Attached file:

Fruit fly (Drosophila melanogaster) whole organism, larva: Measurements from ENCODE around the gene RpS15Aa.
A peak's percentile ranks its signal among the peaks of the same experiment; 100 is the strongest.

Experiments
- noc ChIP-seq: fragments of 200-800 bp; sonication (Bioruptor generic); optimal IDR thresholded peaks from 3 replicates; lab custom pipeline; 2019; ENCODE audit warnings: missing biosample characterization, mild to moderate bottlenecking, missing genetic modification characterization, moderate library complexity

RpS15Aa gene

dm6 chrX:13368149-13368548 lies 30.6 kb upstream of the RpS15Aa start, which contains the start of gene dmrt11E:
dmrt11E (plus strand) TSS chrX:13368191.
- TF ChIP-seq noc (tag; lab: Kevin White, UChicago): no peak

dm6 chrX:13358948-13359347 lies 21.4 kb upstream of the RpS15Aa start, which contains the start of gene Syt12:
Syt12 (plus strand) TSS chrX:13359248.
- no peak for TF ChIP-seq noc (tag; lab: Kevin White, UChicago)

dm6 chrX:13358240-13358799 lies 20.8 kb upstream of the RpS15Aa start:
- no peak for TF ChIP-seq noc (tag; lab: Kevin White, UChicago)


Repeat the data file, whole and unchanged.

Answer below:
Fruit fly (Drosophila melanogaster) whole organism, larva: Measurements from ENCODE around the gene RpS15Aa.
A peak's percentile ranks its signal among the peaks of the same experiment; 100 is the strongest.

Experiments
- noc ChIP-seq: fragments of 200-800 bp; sonication (Bioruptor generic); optimal IDR thresholded peaks from 3 replicates; lab custom pipeline; 2019; ENCODE audit warnings: missing biosample characterization, mild to moderate bottlenecking, missing genetic modification characterization, moderate library complexity

RpS15Aa gene

dm6 chrX:13368149-13368548 lies 30.6 kb upstream of the RpS15Aa start, which contains the start of gene dmrt11E:
dmrt11E (plus strand) TSS chrX:13368191.
- TF ChIP-seq noc (tag; lab: Kevin White, UChicago): no peak

dm6 chrX:13358948-13359347 lies 21.4 kb upstream of the RpS15Aa start, which contains the start of gene Syt12:
Syt12 (plus strand) TSS chrX:13359248.
- no peak for TF ChIP-seq noc (tag; lab: Kevin White, UChicago)

dm6 chrX:13358240-13358799 lies 20.8 kb upstream of the RpS15Aa start:
- no peak for TF ChIP-seq noc (tag; lab: Kevin White, UChicago)